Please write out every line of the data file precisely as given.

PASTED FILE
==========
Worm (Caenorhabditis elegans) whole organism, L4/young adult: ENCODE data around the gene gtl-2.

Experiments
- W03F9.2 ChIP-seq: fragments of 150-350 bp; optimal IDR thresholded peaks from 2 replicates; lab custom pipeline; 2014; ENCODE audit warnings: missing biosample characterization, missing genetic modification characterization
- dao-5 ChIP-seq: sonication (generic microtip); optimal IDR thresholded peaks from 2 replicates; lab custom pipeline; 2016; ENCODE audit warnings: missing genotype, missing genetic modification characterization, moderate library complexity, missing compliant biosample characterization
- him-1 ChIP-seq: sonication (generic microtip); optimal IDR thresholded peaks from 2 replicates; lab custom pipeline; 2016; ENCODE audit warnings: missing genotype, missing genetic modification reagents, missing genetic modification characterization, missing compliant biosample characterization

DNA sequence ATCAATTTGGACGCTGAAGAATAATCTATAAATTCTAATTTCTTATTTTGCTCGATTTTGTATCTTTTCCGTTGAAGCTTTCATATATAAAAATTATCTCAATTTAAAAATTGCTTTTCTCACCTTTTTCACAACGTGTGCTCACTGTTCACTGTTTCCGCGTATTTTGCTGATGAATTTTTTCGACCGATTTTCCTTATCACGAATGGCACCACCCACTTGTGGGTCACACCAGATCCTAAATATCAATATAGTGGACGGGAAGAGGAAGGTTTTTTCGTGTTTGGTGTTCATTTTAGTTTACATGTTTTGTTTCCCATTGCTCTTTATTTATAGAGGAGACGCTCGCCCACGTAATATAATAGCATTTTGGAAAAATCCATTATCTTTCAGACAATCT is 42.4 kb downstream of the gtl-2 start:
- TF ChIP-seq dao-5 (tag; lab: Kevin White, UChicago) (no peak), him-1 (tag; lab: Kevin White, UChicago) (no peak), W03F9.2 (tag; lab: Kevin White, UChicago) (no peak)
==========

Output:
Worm (Caenorhabditis elegans) whole organism, L4/young adult: ENCODE data around the gene gtl-2.

Experiments
- W03F9.2 ChIP-seq: fragments of 150-350 bp; optimal IDR thresholded peaks from 2 replicates; lab custom pipeline; 2014; ENCODE audit warnings: missing biosample characterization, missing genetic modification characterization
- dao-5 ChIP-seq: sonication (generic microtip); optimal IDR thresholded peaks from 2 replicates; lab custom pipeline; 2016; ENCODE audit warnings: missing genotype, missing genetic modification characterization, moderate library complexity, missing compliant biosample characterization
- him-1 ChIP-seq: sonication (generic microtip); optimal IDR thresholded peaks from 2 replicates; lab custom pipeline; 2016; ENCODE audit warnings: missing genotype, missing genetic modification reagents, missing genetic modification characterization, missing compliant biosample characterization

DNA sequence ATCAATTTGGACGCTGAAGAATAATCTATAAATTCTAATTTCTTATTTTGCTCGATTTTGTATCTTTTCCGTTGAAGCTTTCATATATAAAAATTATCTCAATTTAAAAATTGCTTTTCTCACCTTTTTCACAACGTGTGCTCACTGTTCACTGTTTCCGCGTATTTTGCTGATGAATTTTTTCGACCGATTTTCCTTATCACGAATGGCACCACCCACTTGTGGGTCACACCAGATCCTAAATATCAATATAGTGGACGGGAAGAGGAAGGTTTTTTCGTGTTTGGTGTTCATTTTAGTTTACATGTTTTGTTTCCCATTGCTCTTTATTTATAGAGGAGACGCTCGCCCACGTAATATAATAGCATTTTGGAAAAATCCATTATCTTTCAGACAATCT is 42.4 kb downstream of the gtl-2 start:
- TF ChIP-seq dao-5 (tag; lab: Kevin White, UChicago) (no peak), him-1 (tag; lab: Kevin White, UChicago) (no peak), W03F9.2 (tag; lab: Kevin White, UChicago) (no peak)